When I started getting interested in horses, I somehow just knew that a good knowledge of training was a necessity, I read everything I could find on it and then started going to clinics, collecting videos, etc.
And it's true, every time I get near a horse, every move I make has an effect on how my horse responds and I need a good handle on training in order to even be a good rider of an already trained horse, so I can ride without spoiling the previous training. And half the fun of having horses is training them.

I'd recommend Marv Walkers training videos for those who want practical training info without spending a great amount, easy to understand and full length training sessions. but he'll be a bit boring compared to Clint Anderson, so if ya got money to put into training info Clint's videos are really good, and watching his weekend training clinic is really good too. Another one coming up this fall. Nov 6-7 at Miller in Murfreesboro.

Most of the time it helps tremendously to do a certain exercise with them based on the herd social system, it helps them decide to let us be boss and do what we want them to. Some horses will respond fine without it but some won't, and some are actually dangerous to work with until they are told in a language they understand that I'm boss and I can prove it. Marv explains that better than any trainer I've listened to. I didn't understand it till I heard him, wasn't getting it from the others in language I could understand. But once I got the idea, I can train a horse and know exacly what I'm doing and how to get there, even though every horse responds to it a bit different.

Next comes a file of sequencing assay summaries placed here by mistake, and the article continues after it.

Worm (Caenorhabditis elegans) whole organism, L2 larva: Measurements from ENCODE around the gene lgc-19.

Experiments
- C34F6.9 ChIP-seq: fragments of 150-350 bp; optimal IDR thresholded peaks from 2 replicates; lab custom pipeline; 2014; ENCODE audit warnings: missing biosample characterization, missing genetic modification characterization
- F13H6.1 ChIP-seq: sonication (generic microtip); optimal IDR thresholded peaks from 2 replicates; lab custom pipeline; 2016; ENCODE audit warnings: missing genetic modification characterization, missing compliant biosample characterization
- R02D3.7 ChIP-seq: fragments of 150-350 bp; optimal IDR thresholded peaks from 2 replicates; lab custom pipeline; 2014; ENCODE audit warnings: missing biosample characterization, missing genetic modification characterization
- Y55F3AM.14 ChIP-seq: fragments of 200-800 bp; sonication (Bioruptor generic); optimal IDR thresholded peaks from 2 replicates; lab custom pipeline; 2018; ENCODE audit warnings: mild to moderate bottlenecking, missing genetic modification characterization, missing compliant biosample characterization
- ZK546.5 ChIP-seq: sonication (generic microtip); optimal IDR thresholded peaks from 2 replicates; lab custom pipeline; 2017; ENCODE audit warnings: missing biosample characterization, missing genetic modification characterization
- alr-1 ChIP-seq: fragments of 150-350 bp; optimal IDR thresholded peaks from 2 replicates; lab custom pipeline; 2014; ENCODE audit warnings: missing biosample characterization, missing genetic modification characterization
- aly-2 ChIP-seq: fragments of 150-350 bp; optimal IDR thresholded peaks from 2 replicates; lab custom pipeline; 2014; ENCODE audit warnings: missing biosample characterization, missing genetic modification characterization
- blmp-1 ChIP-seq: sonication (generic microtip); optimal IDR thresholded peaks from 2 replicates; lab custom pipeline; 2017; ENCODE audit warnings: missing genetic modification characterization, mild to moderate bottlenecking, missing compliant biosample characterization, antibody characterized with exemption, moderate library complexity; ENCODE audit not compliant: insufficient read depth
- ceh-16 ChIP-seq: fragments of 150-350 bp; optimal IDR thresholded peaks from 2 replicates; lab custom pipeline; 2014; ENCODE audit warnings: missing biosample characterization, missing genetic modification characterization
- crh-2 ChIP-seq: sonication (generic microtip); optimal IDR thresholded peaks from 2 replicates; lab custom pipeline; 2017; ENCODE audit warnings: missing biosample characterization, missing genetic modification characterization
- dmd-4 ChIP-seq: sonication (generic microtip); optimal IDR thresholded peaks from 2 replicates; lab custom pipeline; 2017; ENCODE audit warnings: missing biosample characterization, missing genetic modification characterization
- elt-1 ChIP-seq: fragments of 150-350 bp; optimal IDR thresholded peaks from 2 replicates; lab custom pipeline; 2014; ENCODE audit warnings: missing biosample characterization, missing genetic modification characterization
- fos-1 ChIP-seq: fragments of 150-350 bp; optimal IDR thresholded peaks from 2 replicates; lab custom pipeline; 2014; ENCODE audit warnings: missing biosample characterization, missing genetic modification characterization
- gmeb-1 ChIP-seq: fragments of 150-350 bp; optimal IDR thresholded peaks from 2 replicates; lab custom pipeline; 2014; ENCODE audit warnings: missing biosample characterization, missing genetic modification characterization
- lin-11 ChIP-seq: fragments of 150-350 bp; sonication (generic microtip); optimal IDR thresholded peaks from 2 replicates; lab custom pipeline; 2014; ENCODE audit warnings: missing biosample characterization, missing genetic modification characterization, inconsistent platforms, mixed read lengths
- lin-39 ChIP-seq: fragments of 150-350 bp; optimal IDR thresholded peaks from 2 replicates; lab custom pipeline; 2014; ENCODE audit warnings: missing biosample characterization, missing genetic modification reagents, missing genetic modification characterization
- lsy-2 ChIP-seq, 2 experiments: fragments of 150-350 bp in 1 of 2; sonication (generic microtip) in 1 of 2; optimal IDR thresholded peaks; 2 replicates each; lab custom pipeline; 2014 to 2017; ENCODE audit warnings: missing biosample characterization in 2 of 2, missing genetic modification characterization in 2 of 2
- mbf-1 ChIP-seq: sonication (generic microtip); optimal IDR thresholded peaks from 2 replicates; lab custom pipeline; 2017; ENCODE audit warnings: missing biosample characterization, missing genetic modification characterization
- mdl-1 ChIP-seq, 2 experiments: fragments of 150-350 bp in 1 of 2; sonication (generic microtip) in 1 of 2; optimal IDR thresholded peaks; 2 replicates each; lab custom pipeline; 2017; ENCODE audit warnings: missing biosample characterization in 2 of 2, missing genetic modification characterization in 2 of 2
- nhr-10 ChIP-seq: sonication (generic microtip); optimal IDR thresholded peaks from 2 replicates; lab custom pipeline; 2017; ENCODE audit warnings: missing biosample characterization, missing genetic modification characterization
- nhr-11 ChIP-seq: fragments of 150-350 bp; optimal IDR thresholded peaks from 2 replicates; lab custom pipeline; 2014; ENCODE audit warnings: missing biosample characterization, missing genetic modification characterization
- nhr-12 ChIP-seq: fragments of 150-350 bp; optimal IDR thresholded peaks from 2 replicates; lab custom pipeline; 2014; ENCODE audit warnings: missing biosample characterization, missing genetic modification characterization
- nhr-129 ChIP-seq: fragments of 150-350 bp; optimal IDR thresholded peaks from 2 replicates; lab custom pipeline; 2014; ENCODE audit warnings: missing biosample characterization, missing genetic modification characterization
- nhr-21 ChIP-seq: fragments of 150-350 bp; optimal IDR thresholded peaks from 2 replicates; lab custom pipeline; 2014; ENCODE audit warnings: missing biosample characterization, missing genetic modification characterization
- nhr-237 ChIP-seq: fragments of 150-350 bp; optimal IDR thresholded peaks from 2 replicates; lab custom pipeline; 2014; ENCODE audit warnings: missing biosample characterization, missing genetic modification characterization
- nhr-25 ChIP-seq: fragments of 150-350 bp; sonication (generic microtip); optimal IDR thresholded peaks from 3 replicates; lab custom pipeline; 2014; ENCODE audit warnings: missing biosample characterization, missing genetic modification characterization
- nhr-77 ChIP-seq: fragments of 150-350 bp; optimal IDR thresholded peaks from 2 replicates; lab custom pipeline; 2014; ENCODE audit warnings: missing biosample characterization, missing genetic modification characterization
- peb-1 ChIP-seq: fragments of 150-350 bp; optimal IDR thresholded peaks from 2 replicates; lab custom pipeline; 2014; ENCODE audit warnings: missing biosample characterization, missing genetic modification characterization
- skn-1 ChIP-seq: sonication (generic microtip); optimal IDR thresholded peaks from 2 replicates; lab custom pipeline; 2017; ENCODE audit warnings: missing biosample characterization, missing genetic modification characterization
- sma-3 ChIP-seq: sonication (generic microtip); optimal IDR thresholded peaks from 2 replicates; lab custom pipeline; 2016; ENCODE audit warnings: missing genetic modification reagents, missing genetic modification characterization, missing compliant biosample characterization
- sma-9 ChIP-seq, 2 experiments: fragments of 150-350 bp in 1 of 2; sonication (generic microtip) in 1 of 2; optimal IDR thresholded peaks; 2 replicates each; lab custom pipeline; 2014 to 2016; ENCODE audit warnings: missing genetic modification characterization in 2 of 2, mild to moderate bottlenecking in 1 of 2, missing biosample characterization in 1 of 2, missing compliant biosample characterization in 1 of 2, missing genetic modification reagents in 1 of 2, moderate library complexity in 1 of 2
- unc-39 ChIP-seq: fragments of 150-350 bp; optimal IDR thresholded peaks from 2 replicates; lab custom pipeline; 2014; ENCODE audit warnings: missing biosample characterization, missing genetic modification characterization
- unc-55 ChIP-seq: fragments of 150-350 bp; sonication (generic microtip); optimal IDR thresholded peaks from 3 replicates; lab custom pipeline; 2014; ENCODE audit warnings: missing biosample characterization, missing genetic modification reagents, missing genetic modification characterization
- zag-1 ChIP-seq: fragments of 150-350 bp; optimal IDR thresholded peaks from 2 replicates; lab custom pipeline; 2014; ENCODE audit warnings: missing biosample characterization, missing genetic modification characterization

put a snaffle bit on her to start. Some do the stall thing to get them use to it, the mouthy stuff is normal. Once she gets use to the bit she will stop that. Never put a curb bit on a young horse, they aren't ready for it.
Yeah, I was really reluctant to put a curb on her. But my husband has a TWH that we ride with one, and he does great...and I've had Quater Horses by the dozens that used them...and since I've only "trained" one horse...I didn't know the route to take! (The horse we trained was already used to a Tom Thumb. She was just REALLY green.) Thanks for the input! I'll take all of it to heart...I don't want to confuse her...and I'd NEVER hurt her for anything!!!